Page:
Household debt as a percentage of disposable income rose to 170.7% before 2020 drew to a close, according to Statistics Canada.
Priscilla Thiagamoorthy, economist at BMO Capital Markets, said that this was markedly higher than the 162.8% level seen in the second quarter, although still below the peak of 181% during Q4 2019.
“With more cash and less spending, households were able to pay down some consumer debt,” Thiagamoorthy wrote in a mid-December client note. “And while there has been a recent pickup, it remains below levels seen earlier this year.”
The household debt service ratio rose from 12.36% to 13.22%, recovering from the declines during the first few months of the COVID-19 pandemic.
“Canadian household finances are in better health this year thanks mainly to unprecedented government transfers which lifted overall incomes,” Thiagamoorthy added.
Mounting household savings to the tune of $56.8 billion in Q3 alone also helped, although widespread lockdowns meant that a significant proportion of Canadians were unable to fully leverage their hoarded funds.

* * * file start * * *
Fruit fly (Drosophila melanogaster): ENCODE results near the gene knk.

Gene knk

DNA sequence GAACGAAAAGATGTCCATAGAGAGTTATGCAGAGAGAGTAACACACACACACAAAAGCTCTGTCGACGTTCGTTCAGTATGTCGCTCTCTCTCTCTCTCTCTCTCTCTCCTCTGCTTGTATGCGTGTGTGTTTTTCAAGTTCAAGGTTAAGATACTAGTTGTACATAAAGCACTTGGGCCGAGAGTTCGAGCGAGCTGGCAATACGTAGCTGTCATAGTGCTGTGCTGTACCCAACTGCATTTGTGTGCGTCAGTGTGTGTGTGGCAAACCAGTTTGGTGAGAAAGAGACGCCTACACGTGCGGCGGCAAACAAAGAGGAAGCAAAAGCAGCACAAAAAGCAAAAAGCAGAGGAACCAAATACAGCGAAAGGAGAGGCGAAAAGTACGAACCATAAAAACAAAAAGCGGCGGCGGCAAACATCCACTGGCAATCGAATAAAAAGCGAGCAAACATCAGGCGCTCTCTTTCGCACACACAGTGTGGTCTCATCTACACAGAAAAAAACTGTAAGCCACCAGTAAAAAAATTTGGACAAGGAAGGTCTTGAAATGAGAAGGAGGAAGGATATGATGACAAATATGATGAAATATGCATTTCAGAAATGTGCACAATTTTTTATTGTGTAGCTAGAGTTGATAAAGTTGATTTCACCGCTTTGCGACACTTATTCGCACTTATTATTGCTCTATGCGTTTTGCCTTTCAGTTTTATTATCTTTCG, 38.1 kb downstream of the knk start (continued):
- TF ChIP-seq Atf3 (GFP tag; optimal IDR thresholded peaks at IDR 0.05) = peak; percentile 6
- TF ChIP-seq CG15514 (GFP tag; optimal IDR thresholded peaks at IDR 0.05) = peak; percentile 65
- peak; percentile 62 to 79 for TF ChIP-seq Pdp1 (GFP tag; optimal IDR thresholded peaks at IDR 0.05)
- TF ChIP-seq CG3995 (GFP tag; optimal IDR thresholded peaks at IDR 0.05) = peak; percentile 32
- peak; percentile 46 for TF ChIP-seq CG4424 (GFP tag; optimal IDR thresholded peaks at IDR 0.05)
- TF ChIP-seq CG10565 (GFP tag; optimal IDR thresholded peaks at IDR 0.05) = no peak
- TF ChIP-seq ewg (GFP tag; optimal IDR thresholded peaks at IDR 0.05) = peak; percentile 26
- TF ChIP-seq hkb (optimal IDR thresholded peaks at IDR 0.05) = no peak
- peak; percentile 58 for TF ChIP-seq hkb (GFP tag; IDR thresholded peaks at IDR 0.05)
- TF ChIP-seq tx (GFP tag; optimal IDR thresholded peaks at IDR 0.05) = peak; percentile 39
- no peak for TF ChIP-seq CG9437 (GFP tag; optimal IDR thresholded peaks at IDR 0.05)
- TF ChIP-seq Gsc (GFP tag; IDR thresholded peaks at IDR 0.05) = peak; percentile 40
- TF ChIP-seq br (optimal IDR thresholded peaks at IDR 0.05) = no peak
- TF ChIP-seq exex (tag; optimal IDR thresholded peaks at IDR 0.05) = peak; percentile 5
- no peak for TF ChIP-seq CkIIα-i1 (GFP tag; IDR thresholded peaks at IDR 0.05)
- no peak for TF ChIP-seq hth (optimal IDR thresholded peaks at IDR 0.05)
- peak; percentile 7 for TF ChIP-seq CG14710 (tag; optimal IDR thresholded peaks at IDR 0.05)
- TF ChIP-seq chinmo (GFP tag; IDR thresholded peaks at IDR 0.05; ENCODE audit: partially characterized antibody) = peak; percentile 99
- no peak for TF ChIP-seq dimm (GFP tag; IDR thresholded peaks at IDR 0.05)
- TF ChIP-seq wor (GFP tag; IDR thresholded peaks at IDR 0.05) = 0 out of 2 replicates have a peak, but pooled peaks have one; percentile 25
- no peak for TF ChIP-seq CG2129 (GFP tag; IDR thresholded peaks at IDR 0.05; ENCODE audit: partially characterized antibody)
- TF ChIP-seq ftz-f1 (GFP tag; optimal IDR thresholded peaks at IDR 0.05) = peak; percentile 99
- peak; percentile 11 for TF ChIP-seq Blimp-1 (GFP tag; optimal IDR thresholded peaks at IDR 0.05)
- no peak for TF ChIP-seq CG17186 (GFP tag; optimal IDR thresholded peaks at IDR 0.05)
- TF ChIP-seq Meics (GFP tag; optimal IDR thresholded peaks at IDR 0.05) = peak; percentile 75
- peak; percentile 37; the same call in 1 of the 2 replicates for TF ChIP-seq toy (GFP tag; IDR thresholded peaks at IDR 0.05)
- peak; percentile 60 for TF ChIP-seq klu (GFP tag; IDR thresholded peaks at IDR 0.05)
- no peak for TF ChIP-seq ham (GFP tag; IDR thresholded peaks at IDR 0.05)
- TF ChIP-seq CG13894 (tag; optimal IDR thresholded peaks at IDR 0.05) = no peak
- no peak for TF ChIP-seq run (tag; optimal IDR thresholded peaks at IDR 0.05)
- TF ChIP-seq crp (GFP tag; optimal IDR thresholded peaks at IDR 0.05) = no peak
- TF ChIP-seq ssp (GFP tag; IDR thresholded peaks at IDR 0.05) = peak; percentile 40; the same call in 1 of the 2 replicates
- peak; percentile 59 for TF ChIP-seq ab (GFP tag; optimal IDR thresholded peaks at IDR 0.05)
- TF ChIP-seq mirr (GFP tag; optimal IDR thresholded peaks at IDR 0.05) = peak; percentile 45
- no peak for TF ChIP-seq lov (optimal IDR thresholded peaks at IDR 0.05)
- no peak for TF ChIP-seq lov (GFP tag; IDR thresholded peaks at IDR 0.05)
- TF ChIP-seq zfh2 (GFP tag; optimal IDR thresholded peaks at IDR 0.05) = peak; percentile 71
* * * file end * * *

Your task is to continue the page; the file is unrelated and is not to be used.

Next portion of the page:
“Clearly, cash is not always king, and having wealth – whether it’s financial or real estate assets – has really paid off this year with equities and real estate prices rallying,” said Ksenia Bushmeneva, economist at TD Economics. “Wealth distribution tends to be highly unequal across income groups, as a result, recent gains in net worth have disproportionally benefited Canadians who were already better off.”
“Generally speaking, wealthier individuals experienced larger increases in savings as they were more likely to retain their jobs while also cutting back on discretionary spending such as travel and restaurants which remain largely unavailable,” Bushmeneva said.
Borrowing activity continued reaching new heights, with mortgage debt touching nearly $1.63 trillion as demand for loans rose to a record $28.7 billion, StatsCan data showed.